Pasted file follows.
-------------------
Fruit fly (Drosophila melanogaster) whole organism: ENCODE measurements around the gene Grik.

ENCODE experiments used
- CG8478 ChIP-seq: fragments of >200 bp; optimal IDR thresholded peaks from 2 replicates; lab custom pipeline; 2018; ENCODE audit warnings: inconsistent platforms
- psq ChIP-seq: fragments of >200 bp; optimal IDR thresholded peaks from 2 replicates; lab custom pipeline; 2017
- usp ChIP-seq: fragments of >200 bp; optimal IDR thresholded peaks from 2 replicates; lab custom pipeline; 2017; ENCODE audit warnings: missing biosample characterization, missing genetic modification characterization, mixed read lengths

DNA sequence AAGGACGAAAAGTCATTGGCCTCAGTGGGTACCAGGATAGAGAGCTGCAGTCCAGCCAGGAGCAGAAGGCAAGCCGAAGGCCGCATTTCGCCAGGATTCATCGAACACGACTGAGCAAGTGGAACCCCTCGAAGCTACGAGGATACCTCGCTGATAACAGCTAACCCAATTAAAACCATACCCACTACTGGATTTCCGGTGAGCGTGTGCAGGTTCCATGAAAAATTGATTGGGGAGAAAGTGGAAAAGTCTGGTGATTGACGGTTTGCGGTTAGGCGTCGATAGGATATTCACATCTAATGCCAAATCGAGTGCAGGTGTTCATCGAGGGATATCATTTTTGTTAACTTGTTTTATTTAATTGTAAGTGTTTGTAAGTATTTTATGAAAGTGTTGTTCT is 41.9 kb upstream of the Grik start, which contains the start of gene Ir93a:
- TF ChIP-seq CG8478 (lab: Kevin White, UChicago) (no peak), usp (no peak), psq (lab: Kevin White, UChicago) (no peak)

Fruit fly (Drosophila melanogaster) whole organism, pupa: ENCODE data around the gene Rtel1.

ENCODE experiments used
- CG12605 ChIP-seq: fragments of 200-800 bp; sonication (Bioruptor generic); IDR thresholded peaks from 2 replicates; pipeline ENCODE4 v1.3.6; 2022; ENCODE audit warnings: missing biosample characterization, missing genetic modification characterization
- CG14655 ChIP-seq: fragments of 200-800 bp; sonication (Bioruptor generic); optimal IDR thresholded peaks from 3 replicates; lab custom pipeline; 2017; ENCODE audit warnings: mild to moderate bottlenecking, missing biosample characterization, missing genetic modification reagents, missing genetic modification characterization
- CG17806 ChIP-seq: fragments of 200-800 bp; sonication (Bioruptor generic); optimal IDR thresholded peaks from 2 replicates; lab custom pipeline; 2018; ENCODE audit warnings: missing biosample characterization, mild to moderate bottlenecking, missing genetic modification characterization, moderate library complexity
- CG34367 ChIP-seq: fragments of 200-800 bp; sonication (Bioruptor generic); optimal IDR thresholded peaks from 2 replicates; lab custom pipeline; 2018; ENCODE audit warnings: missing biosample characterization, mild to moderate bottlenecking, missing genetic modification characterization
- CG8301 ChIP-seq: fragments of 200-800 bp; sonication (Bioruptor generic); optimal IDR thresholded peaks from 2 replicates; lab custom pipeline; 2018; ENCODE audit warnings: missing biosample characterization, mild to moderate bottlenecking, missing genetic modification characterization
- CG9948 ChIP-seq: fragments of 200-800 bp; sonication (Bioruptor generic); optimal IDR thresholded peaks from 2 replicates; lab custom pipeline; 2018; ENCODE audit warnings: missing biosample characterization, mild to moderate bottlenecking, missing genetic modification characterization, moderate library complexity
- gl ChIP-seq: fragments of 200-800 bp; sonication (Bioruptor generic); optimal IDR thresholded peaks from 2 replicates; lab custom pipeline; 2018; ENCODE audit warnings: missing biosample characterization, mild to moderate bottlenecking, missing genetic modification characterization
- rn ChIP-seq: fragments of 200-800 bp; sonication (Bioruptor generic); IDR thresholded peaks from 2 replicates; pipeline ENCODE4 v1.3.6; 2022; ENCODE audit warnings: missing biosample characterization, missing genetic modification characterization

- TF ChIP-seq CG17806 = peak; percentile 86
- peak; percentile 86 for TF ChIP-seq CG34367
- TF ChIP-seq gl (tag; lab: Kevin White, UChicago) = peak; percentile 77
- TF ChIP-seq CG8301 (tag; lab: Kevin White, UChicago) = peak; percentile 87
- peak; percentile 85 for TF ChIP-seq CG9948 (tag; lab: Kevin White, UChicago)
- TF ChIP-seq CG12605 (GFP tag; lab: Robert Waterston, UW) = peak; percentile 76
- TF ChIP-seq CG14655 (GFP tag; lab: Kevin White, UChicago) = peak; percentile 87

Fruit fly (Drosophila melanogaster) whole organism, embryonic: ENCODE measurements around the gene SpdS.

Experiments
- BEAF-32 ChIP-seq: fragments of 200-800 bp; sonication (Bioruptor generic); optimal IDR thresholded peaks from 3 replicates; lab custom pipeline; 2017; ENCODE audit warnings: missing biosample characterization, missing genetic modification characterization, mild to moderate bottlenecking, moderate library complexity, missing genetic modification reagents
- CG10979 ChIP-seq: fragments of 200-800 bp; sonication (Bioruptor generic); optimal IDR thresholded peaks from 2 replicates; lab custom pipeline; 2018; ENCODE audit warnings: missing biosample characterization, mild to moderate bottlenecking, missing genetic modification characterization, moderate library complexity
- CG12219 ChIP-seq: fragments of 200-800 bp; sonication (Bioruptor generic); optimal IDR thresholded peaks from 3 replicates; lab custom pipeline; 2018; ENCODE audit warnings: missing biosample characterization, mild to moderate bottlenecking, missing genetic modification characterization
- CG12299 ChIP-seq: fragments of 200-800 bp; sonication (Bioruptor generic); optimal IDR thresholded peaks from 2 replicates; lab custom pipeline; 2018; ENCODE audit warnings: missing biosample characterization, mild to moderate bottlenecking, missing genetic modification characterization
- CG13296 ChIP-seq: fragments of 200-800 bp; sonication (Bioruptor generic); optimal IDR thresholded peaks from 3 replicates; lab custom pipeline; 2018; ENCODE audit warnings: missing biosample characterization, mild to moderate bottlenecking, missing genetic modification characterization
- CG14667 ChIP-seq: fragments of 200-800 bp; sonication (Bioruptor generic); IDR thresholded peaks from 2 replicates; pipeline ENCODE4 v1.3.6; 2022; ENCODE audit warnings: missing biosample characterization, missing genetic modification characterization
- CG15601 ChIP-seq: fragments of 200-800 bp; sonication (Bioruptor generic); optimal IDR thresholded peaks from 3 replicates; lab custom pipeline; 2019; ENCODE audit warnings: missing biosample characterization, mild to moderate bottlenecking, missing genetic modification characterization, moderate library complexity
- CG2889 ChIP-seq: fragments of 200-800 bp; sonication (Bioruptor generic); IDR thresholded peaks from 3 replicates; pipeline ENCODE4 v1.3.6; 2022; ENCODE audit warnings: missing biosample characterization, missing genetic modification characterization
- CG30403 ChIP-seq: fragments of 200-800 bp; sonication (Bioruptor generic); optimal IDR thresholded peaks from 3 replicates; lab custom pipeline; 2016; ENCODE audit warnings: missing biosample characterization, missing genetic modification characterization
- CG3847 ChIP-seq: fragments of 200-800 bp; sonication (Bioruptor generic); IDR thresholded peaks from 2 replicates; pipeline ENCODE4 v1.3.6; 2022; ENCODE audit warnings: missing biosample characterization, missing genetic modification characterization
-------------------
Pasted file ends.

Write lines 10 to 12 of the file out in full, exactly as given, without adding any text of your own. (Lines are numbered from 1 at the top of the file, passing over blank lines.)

- CG12605 ChIP-seq: fragments of 200-800 bp; sonication (Bioruptor generic); IDR thresholded peaks from 2 replicates; pipeline ENCODE4 v1.3.6; 2022; ENCODE audit warnings: missing biosample characterization, missing genetic modification characterization
- CG14655 ChIP-seq: fragments of 200-800 bp; sonication (Bioruptor generic); optimal IDR thresholded peaks from 3 replicates; lab custom pipeline; 2017; ENCODE audit warnings: mild to moderate bottlenecking, missing biosample characterization, missing genetic modification reagents, missing genetic modification characterization
- CG17806 ChIP-seq: fragments of 200-800 bp; sonication (Bioruptor generic); optimal IDR thresholded peaks from 2 replicates; lab custom pipeline; 2018; ENCODE audit warnings: missing biosample characterization, mild to moderate bottlenecking, missing genetic modification characterization, moderate library complexity